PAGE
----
Thursday, May 18, 2017

Bagdasarian Productions

Ross Bagdasarian Sr. created the Alvin and the Chipmunks in 1958 with himself acting under the stage name David Seville. The characters started out in the Christmas song, “The Chipmunk Song (Christmas Don’t Be Late)”, and instantly threw them into popularity. The novelty record with “The Chipmunk Song” sold 4 million copies in 7 weeks, and culminated with Badasarian appearing on The Ed Sullivan Show, along with Chipmunk puppets lip-syncing the song. The Chipmunks found their way into comic books and several different albums before landing their own television show, The Alvin Show, on CBS in 1961. The show was on prime time and wasn’t a success, being cancelled after one season. It found new life in syndication, however. The Chipmunks wouldn’t find their stride again until 1983 when their name was changed from The Chipmunks, to Alvin and the Chipmunks and had a new TV series, this one lasting until 1990. Bagdasarian Sr. had passed away in 1972, so his son, Ross Jr. took over Alvin and the Chipmunks. The show went through two different production companies, first Ruby-Spears Productions, the DIC in the late 80’s. The Chipettes were introduced in the first season and closely mirrored the attitudes of their male counterparts.

With their newfound success, Ross Jr. had a movie made about his father’s characters in 1987. The Chipmunk Adventure was another production that benefited greatly from the complete disaster that was Disney’s The Black Cauldron (I actually love this movie, don’t judge me). Disney laid off a bunch of animators after The Black Cauldron completely bombed and Ross Jr. scooped them all up. The new talent shows in the animation for the movie. Ross Jr. and his wife decided to finance the project themselves, thanks to all the revenue they had made from the TV show. The decision that tripped them up was to use several overseas studios to help out with production and that caused major delays. By 1986, production had fallen far behind schedule, and a shortage of time and money resulted in major cuts being made to the film. Despite all these setbacks, the film was released in May 1987 to a serviceable gross of $6.8 million, though critics weren’t exactly keen on it. I remember liking this movie as a child, but haven’t seen it since.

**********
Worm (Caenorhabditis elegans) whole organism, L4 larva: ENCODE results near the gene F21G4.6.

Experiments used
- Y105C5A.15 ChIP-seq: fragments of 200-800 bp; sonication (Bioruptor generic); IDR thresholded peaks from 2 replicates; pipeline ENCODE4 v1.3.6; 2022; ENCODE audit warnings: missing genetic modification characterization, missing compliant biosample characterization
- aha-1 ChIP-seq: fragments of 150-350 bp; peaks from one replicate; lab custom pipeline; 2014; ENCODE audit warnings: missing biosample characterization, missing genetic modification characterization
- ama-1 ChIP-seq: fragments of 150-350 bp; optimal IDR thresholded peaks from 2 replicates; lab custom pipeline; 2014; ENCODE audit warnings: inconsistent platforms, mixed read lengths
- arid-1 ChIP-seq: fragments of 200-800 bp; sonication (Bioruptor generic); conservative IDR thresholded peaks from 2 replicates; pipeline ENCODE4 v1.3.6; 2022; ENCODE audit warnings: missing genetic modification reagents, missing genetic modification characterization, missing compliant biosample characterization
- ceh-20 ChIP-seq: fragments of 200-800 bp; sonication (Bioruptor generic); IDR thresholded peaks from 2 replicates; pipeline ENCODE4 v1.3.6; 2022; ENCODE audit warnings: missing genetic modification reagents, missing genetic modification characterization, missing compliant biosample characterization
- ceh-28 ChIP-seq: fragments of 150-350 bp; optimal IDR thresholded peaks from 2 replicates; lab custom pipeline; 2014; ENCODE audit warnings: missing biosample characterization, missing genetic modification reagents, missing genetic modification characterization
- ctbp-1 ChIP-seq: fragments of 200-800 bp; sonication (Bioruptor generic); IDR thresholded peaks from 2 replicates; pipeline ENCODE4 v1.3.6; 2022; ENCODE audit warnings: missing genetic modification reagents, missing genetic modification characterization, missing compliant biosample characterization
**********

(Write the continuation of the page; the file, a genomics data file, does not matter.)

Ross Jr. eventually took over full control of The Chipmunks from the rest of his family and came out with various straight-to-video movies through the 90’s and early 2000’s. In 2007, Ross Jr. decided it was time to start off the next trend for kid’s movies: adapting cherished cartoon characters as 3-D that interact with real life characters. I know I said no live-action and animation together, but I had to talk about The Chipmunk Adventure and the new Chipmunk series is still Ross Jr. Alvin and the Chipmunks garnered terrible reviews, but made boat-loads of money. Against a budget of $60 million they made $361.3 million worldwide. That’s when studios realized that they could come out with nostalgic garbage and people would still go see it. Well, they knew that already, but since 2007 it’s become a real problem. The Smurfs fall into the same category. The Chipmunks would go on to have three more sequels (so far), with The Squeakuel (*vomits*) earning the most and then progressively going down to the low $200 millions. Yeah, real low. In a weird way that could be a disappointing box office return. It’s hard to really pin-point animation for this one seeing as Ross Bagdasarian Jr. is the only person really connected to the production company. I’m guessing it was just free-lanced out to animators for all the movies. While I have fond memories of The Chipmunk Adventure, I have watched as little of the new ones as I can. People tend to have more discriminating taste when they get older. Soon my son will be old enough to watch all these movies and I’ll have to watch everything that comes out, good or bad. Yaaaaaaay.

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